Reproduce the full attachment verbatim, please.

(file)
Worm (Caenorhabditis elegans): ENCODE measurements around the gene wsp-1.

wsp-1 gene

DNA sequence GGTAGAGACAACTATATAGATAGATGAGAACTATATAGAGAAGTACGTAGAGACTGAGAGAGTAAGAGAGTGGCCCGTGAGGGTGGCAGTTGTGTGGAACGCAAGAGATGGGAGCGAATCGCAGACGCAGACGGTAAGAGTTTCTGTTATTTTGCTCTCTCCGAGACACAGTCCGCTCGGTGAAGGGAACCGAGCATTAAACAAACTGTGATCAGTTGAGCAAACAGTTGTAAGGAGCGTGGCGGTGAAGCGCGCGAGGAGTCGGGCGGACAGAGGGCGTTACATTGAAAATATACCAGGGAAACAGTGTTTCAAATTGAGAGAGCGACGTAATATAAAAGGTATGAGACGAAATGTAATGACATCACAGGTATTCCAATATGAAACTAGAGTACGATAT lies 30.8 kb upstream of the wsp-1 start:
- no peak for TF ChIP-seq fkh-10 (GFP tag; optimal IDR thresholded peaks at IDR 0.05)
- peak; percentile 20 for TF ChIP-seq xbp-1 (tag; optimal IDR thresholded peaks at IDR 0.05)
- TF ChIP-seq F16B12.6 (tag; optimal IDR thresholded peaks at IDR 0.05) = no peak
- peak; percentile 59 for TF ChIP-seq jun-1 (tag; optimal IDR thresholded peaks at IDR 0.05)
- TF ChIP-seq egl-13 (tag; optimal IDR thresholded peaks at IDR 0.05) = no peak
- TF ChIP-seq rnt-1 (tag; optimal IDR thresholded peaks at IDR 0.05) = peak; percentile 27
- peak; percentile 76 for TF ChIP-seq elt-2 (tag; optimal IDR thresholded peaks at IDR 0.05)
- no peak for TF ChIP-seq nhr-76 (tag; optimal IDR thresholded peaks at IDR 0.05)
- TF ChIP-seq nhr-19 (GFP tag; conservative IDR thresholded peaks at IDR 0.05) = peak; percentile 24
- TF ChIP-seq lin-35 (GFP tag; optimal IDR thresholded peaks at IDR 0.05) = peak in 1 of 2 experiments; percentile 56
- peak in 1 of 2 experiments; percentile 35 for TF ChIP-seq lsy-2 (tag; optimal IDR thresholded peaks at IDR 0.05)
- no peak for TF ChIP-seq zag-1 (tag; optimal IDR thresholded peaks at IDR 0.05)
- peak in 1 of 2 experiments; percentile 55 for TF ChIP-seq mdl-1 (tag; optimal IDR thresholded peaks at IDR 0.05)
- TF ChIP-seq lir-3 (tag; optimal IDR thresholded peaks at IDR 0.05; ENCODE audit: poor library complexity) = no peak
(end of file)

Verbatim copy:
Worm (Caenorhabditis elegans): ENCODE measurements around the gene wsp-1.

wsp-1 gene

DNA sequence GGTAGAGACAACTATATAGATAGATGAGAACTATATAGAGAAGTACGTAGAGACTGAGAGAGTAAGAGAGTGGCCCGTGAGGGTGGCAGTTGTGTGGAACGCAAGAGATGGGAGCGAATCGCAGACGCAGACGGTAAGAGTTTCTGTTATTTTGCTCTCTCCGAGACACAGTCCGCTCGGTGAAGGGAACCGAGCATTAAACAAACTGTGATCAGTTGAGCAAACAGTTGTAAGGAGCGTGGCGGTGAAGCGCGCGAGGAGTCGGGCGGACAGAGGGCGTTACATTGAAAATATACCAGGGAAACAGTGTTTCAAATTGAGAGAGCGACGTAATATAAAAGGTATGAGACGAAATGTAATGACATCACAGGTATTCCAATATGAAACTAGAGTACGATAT lies 30.8 kb upstream of the wsp-1 start:
- no peak for TF ChIP-seq fkh-10 (GFP tag; optimal IDR thresholded peaks at IDR 0.05)
- peak; percentile 20 for TF ChIP-seq xbp-1 (tag; optimal IDR thresholded peaks at IDR 0.05)
- TF ChIP-seq F16B12.6 (tag; optimal IDR thresholded peaks at IDR 0.05) = no peak
- peak; percentile 59 for TF ChIP-seq jun-1 (tag; optimal IDR thresholded peaks at IDR 0.05)
- TF ChIP-seq egl-13 (tag; optimal IDR thresholded peaks at IDR 0.05) = no peak
- TF ChIP-seq rnt-1 (tag; optimal IDR thresholded peaks at IDR 0.05) = peak; percentile 27
- peak; percentile 76 for TF ChIP-seq elt-2 (tag; optimal IDR thresholded peaks at IDR 0.05)
- no peak for TF ChIP-seq nhr-76 (tag; optimal IDR thresholded peaks at IDR 0.05)
- TF ChIP-seq nhr-19 (GFP tag; conservative IDR thresholded peaks at IDR 0.05) = peak; percentile 24
- TF ChIP-seq lin-35 (GFP tag; optimal IDR thresholded peaks at IDR 0.05) = peak in 1 of 2 experiments; percentile 56
- peak in 1 of 2 experiments; percentile 35 for TF ChIP-seq lsy-2 (tag; optimal IDR thresholded peaks at IDR 0.05)
- no peak for TF ChIP-seq zag-1 (tag; optimal IDR thresholded peaks at IDR 0.05)
- peak in 1 of 2 experiments; percentile 55 for TF ChIP-seq mdl-1 (tag; optimal IDR thresholded peaks at IDR 0.05)
- TF ChIP-seq lir-3 (tag; optimal IDR thresholded peaks at IDR 0.05; ENCODE audit: poor library complexity) = no peak